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Treasures of the White House: Avenue in the Rain

Treasures of the White House: Avenue in the Rain

Signed and dated lower left: Childe Hassam / February 1917

Inscribed on reverse, lower center: C. H. [circled] / February 1917


Hassam was the most prominent of the "Ten American Painters," a group founded in 1898 and influenced by recent French art. In his native Boston he had worked as a wood engraver of book illustrations before beginning to paint. Study in France in the late 1880s had introduced him to the Impressionists, whose broken brushwork and high-toned palette he emulated. Regarded as the leading American Impressionist, Hassam actually disliked the term and was stylistically conservative, with a tendency toward the chic in figure type and costume. Sociable and generous, he led a charmed professional life, achieving both fame and financial success.

The Avenue in the Rain was painted at the height of Hassam's powers, and is one of some 30 related paintings of flag-decorated streets that the artist produced between 1916 and 1919, during and immediately after the First World War. That they are intensely patriotic works is patent, while aesthetically they bear witness to the example of Claude Monet, both in the subject (Monet created two paintings of flag-bedecked avenues on a single day in 1878) and in the concept (a series of paintings of a motif, such as haystacks or Rouen Cathedral).

Hassam had long painted city views, and the ones in the flag series represent the climax of his career. The avenue is Fifth Avenue, frequently decorated with flags as American sentiment moved inexorably from isolationism toward intervention. The artist's most striking device here is the projection of flags into the picture from unseen points of anchor beyond the frame, covering a quarter of the surface of the painting. In one sense the flags become the surface of the painting, an identity seconded by the tall "hanging" format, which echoes a flag's shape.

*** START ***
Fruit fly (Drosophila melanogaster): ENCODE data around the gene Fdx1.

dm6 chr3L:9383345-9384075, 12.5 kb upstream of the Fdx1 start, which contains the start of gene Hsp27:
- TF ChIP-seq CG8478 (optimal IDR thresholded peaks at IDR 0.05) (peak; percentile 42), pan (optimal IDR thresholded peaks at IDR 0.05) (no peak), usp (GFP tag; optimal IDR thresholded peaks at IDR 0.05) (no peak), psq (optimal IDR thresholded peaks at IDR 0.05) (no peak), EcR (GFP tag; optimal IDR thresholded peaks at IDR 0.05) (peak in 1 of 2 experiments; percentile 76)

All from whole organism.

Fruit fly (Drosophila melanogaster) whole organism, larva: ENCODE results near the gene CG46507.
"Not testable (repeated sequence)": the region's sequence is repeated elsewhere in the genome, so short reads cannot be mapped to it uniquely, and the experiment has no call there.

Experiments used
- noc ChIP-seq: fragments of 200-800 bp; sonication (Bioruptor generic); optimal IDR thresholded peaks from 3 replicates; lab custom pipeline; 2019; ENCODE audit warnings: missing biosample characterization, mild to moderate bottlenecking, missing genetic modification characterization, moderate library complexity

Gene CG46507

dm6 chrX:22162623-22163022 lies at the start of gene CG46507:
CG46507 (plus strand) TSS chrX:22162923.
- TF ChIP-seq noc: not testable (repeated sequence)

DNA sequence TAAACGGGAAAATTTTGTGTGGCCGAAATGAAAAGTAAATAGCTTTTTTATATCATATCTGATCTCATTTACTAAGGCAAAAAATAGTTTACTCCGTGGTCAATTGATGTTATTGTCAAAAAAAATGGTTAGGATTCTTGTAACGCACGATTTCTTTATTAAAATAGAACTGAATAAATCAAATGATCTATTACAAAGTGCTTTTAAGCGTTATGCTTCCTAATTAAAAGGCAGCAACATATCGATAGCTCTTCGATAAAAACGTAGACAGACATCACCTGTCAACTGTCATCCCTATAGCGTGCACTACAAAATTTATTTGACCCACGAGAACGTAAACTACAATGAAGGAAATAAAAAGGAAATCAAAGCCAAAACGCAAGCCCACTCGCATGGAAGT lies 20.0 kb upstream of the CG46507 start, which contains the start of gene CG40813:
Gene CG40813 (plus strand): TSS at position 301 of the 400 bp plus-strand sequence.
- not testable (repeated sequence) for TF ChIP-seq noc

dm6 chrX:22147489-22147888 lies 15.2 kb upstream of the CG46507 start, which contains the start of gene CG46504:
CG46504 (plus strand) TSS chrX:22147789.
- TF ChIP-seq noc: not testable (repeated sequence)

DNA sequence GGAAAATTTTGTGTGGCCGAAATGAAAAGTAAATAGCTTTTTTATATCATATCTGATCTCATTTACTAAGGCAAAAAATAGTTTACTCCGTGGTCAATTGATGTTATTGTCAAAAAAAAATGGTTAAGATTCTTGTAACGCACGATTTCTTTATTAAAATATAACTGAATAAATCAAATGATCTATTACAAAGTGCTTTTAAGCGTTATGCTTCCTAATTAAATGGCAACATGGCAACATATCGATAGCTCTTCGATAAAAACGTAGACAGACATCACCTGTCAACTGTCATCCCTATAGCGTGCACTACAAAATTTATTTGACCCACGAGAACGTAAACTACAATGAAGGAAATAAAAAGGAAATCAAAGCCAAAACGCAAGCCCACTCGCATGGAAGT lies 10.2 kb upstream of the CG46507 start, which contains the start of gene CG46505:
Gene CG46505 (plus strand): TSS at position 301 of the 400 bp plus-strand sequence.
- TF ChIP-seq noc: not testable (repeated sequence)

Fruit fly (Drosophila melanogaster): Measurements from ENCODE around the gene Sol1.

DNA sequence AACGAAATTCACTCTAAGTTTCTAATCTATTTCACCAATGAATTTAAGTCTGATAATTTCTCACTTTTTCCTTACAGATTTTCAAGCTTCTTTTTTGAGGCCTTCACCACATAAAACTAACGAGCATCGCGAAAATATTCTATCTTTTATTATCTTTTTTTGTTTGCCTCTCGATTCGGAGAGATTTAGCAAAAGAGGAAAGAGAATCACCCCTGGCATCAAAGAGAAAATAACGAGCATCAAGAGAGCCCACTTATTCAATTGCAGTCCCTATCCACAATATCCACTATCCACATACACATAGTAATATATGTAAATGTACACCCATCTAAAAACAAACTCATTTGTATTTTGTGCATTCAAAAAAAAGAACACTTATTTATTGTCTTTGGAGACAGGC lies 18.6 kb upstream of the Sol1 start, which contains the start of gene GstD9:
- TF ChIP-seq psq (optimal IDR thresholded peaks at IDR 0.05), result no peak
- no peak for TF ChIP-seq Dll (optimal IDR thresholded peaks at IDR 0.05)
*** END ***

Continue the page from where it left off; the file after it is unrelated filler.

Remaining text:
Painted in February 1917, this work may have had a specific impetus: On January 22 President Wilson had delivered his "Peace Without Victory" address, holding out the ideal of a compromise peace that would leave no residue of bitterness. But sentiment to enter the war had been building since the May 1915 sinking of the British liner Lusitania by a German submarine. When the German government announced on January 31, 1917, that unrestricted submarine warfare would resume, the president broke off diplomatic relations. Three weeks later a German diplomatic note to Mexico proposing an alliance against the United States was intercepted, and Wilson sought congressional approval to arm American merchant ships. Although a declaration of war was still five weeks away, the turning point had been reached. Patriotic fervor peaked. It is reflected in The Avenue in the Rain, which ultimately is not a street scene, not a painting of flags, but in essence a vibrant flag unto itself.

Source: William Kloss, et. al., Art in the White House, New York: Abrams, 1992.

Childe Hassam (1859–1935)
Oil on canvas, 42 x 22 1/4 inches (106.7 x 56.5 cm)
Gift of T. M. Evans, 1963